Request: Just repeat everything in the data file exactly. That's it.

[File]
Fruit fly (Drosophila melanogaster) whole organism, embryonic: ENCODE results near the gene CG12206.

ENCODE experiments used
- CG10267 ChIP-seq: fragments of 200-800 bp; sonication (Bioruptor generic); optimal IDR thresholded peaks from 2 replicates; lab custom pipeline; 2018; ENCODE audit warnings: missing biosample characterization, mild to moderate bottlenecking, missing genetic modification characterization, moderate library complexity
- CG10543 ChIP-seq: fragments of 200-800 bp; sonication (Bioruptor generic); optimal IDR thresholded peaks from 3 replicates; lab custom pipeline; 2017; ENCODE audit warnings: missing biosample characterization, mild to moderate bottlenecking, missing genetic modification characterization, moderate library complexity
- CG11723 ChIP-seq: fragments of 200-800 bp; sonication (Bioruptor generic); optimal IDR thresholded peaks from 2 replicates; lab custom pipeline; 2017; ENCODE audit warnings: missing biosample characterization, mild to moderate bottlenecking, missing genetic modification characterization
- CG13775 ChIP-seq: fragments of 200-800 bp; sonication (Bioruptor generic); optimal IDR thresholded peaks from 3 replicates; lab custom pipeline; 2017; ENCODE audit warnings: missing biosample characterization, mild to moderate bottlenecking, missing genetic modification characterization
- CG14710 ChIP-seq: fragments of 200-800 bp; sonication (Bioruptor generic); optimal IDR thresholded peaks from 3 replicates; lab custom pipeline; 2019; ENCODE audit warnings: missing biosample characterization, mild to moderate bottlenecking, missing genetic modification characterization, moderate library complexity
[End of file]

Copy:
Fruit fly (Drosophila melanogaster) whole organism, embryonic: ENCODE results near the gene CG12206.

ENCODE experiments used
- CG10267 ChIP-seq: fragments of 200-800 bp; sonication (Bioruptor generic); optimal IDR thresholded peaks from 2 replicates; lab custom pipeline; 2018; ENCODE audit warnings: missing biosample characterization, mild to moderate bottlenecking, missing genetic modification characterization, moderate library complexity
- CG10543 ChIP-seq: fragments of 200-800 bp; sonication (Bioruptor generic); optimal IDR thresholded peaks from 3 replicates; lab custom pipeline; 2017; ENCODE audit warnings: missing biosample characterization, mild to moderate bottlenecking, missing genetic modification characterization, moderate library complexity
- CG11723 ChIP-seq: fragments of 200-800 bp; sonication (Bioruptor generic); optimal IDR thresholded peaks from 2 replicates; lab custom pipeline; 2017; ENCODE audit warnings: missing biosample characterization, mild to moderate bottlenecking, missing genetic modification characterization
- CG13775 ChIP-seq: fragments of 200-800 bp; sonication (Bioruptor generic); optimal IDR thresholded peaks from 3 replicates; lab custom pipeline; 2017; ENCODE audit warnings: missing biosample characterization, mild to moderate bottlenecking, missing genetic modification characterization
- CG14710 ChIP-seq: fragments of 200-800 bp; sonication (Bioruptor generic); optimal IDR thresholded peaks from 3 replicates; lab custom pipeline; 2019; ENCODE audit warnings: missing biosample characterization, mild to moderate bottlenecking, missing genetic modification characterization, moderate library complexity